Clif, you and I have spoken face-to-face about fire department issues.  I remember you speaking about the differences in response times for "city folk" vs. "country folk."  Please recall that one of the primary differences is population density and the increased probability of needing capacity to handle multiple, simultaneous emergencies.

            Remember, if a house in the country burns down, the risk of destroying the neighbor's house is significantly less than in a dense urban city like Evanston.

            Apples and oranges.

            Compare Evanston's call volume with neighboring communities here.

            Jason

          4. Firemen and Insurance

            It is always easy to say "…stay with the status quo…" as you and others seem to say.

            When you buy car, medical or life insurance you judge the cost of the policy and cost of "if something happens" and make a judgment.  If single and no dependents you probably don't buy $5 million in life insurance;  you don't buy Bentley level car insurance for a 20 year old wreck.  For health and home, it is difficult but still you make a judgment based on all the information you can get.

            How many firemen or policemen do we need ?  Should we double or triple them ?  Or should we look realistically [with examination of other cities and expert analysis] and make a decision.  Just saying we have X firemen and won't evaluate that need and instead call names for anyone who questions what the need is and stick your head back in the sand.  Perhaps we need the same number of firemen, same number of stations, lack of cooperation with other cities, etc. but to fail to examine the need is not the answer.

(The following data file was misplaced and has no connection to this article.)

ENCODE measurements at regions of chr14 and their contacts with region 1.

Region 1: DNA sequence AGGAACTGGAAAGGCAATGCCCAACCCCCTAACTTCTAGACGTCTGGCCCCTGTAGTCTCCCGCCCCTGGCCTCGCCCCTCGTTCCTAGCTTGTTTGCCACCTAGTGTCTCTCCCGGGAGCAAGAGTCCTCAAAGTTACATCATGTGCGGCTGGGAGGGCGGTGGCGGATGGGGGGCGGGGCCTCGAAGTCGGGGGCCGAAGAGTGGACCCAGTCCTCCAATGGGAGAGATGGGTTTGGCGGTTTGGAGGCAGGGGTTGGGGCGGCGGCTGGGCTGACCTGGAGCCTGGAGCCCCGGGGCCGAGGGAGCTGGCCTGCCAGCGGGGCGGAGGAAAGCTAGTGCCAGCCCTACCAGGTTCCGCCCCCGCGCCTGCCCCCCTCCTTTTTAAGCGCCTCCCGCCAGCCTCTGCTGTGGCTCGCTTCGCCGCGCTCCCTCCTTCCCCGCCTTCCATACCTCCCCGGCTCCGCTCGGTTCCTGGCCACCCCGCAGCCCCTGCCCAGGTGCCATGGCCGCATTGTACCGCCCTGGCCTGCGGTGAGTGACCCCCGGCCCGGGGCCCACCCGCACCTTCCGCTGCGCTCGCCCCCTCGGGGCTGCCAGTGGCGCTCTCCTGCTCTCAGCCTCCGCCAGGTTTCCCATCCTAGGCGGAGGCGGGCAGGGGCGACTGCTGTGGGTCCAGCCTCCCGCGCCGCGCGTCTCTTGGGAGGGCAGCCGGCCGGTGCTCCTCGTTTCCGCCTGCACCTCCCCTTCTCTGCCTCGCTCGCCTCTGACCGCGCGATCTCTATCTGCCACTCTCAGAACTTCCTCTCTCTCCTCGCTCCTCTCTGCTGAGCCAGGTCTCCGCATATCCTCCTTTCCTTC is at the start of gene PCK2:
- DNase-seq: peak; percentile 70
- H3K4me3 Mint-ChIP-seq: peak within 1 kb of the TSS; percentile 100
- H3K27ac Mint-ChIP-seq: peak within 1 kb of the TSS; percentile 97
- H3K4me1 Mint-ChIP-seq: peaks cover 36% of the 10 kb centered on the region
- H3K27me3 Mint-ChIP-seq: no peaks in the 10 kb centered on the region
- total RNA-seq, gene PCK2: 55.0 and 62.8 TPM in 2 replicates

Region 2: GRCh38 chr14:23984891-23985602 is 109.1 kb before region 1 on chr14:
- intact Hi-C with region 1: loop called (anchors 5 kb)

5. Just remember that the other

            just remember that the other towns like chicago, wilmette, skokie what ever that they have people to protect also….. So those towns should cover your town for free. Remember those towns people pays taxes and I don't think they want their resourecs in your town for free. Who is going to pay?????

          6. Oh don’t worry – I don’t

            Oh don't worry – I don't insult and stick my head back in the sand…Anonymous.  I hope you do not do the same.

            You are right, we should examine what the city needs in regards to staffing levels – "we" includes everyone yelling cut cut cut based on the observation that firemen don't seem very busy.  In fact, I have already looked at information that is readily available.  Have you read any of it?  If you like, I will point you to it so you can make your own informed decision.  Did you know that from 2009 to 2010 the total number of calls to the fire department increased by 5% overall – about 400.  The number of strictly fire related calls rose about 10%, while the number of EMS calls actually decreased by 5 – not 5% – but 5.  Staffing levels were not changed. Should they have been?  Also, are you aware that a portion of your home owners insurance rates are based on response time?  Individually, that might not seem like a lot, but when you add up all the houses in Evanston, I bet it amounts to a great deal of savings.  If we decrease staff will response times increase, and result in an increase in your insurance rates?  Why are we only comparing ourselves to other cities based on number of firemen per capita?  What about based on property value, square miles, population density, number of roadways etc;  Everyone stating that NU is getting too much bang for its buck clearly isn't aware that the university donated a $550,000 fire truck to the city last year.  Everyone suggesting we should partner up with neighboring communities must not be aware of the fact that we already do partner up with neighboring communities.  Its called Mutual Aid.  If we need to count on other communities to help us with our emergency calls now, how much will we have to rely on them if we start to make cuts?  How much will we be able to reciprocate?  Is the pricey new 311 center going to help alleviate false alarms?  When those calls are eliminated, can we then begin to make cuts?  Will community education go a long way to helping alleviate false alarms?

            By all means – everyone is entitled to ask, explore, and question.  Unfortunately, no one is doing that  – everyone seems to be yelling cut cut cut.

          7. Close one of the two Central Street fire stations

            That's right Eric. Everyone is yelling cut. In case you just parachuted into life, we are in the fourth year of a severe ongoing Recession.